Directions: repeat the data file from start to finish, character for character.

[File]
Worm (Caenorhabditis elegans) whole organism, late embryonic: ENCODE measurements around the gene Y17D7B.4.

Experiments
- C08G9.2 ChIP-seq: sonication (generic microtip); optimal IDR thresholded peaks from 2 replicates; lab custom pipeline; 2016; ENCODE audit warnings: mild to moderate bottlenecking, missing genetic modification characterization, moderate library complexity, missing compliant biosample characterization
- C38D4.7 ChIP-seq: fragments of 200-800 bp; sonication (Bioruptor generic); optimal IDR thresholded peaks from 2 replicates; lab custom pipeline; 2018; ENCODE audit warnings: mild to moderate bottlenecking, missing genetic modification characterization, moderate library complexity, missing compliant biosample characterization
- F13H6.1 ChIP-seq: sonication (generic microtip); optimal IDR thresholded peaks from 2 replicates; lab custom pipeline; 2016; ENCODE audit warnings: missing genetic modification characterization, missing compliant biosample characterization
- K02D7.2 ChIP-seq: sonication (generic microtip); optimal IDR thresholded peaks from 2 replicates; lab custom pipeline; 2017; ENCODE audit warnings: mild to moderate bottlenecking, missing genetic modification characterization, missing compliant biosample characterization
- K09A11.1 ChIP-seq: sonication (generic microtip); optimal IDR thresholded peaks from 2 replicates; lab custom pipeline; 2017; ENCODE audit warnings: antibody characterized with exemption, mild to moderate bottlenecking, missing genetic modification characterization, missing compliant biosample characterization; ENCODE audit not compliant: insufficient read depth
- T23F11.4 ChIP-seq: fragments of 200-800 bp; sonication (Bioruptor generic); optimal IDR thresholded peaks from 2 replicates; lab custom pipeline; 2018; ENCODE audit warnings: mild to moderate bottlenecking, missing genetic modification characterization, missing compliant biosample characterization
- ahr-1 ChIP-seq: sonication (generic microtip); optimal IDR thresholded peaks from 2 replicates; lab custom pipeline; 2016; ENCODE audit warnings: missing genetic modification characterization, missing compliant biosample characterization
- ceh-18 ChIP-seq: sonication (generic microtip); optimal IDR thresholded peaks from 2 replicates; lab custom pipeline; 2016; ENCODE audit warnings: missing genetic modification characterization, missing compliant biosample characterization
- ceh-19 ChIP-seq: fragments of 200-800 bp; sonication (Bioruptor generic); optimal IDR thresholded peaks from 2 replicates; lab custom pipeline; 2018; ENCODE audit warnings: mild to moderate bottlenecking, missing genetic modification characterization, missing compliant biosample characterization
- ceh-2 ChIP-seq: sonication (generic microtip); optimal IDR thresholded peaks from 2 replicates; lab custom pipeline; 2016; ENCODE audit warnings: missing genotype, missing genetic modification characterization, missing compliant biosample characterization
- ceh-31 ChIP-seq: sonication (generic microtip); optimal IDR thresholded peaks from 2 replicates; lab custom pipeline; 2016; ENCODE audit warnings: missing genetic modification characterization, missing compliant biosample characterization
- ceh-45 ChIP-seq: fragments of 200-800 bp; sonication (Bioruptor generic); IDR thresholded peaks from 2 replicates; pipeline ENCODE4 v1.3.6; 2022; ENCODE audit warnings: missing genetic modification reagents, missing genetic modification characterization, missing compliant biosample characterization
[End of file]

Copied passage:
Worm (Caenorhabditis elegans) whole organism, late embryonic: ENCODE measurements around the gene Y17D7B.4.

Experiments
- C08G9.2 ChIP-seq: sonication (generic microtip); optimal IDR thresholded peaks from 2 replicates; lab custom pipeline; 2016; ENCODE audit warnings: mild to moderate bottlenecking, missing genetic modification characterization, moderate library complexity, missing compliant biosample characterization
- C38D4.7 ChIP-seq: fragments of 200-800 bp; sonication (Bioruptor generic); optimal IDR thresholded peaks from 2 replicates; lab custom pipeline; 2018; ENCODE audit warnings: mild to moderate bottlenecking, missing genetic modification characterization, moderate library complexity, missing compliant biosample characterization
- F13H6.1 ChIP-seq: sonication (generic microtip); optimal IDR thresholded peaks from 2 replicates; lab custom pipeline; 2016; ENCODE audit warnings: missing genetic modification characterization, missing compliant biosample characterization
- K02D7.2 ChIP-seq: sonication (generic microtip); optimal IDR thresholded peaks from 2 replicates; lab custom pipeline; 2017; ENCODE audit warnings: mild to moderate bottlenecking, missing genetic modification characterization, missing compliant biosample characterization
- K09A11.1 ChIP-seq: sonication (generic microtip); optimal IDR thresholded peaks from 2 replicates; lab custom pipeline; 2017; ENCODE audit warnings: antibody characterized with exemption, mild to moderate bottlenecking, missing genetic modification characterization, missing compliant biosample characterization; ENCODE audit not compliant: insufficient read depth
- T23F11.4 ChIP-seq: fragments of 200-800 bp; sonication (Bioruptor generic); optimal IDR thresholded peaks from 2 replicates; lab custom pipeline; 2018; ENCODE audit warnings: mild to moderate bottlenecking, missing genetic modification characterization, missing compliant biosample characterization
- ahr-1 ChIP-seq: sonication (generic microtip); optimal IDR thresholded peaks from 2 replicates; lab custom pipeline; 2016; ENCODE audit warnings: missing genetic modification characterization, missing compliant biosample characterization
- ceh-18 ChIP-seq: sonication (generic microtip); optimal IDR thresholded peaks from 2 replicates; lab custom pipeline; 2016; ENCODE audit warnings: missing genetic modification characterization, missing compliant biosample characterization
- ceh-19 ChIP-seq: fragments of 200-800 bp; sonication (Bioruptor generic); optimal IDR thresholded peaks from 2 replicates; lab custom pipeline; 2018; ENCODE audit warnings: mild to moderate bottlenecking, missing genetic modification characterization, missing compliant biosample characterization
- ceh-2 ChIP-seq: sonication (generic microtip); optimal IDR thresholded peaks from 2 replicates; lab custom pipeline; 2016; ENCODE audit warnings: missing genotype, missing genetic modification characterization, missing compliant biosample characterization
- ceh-31 ChIP-seq: sonication (generic microtip); optimal IDR thresholded peaks from 2 replicates; lab custom pipeline; 2016; ENCODE audit warnings: missing genetic modification characterization, missing compliant biosample characterization
- ceh-45 ChIP-seq: fragments of 200-800 bp; sonication (Bioruptor generic); IDR thresholded peaks from 2 replicates; pipeline ENCODE4 v1.3.6; 2022; ENCODE audit warnings: missing genetic modification reagents, missing genetic modification characterization, missing compliant biosample characterization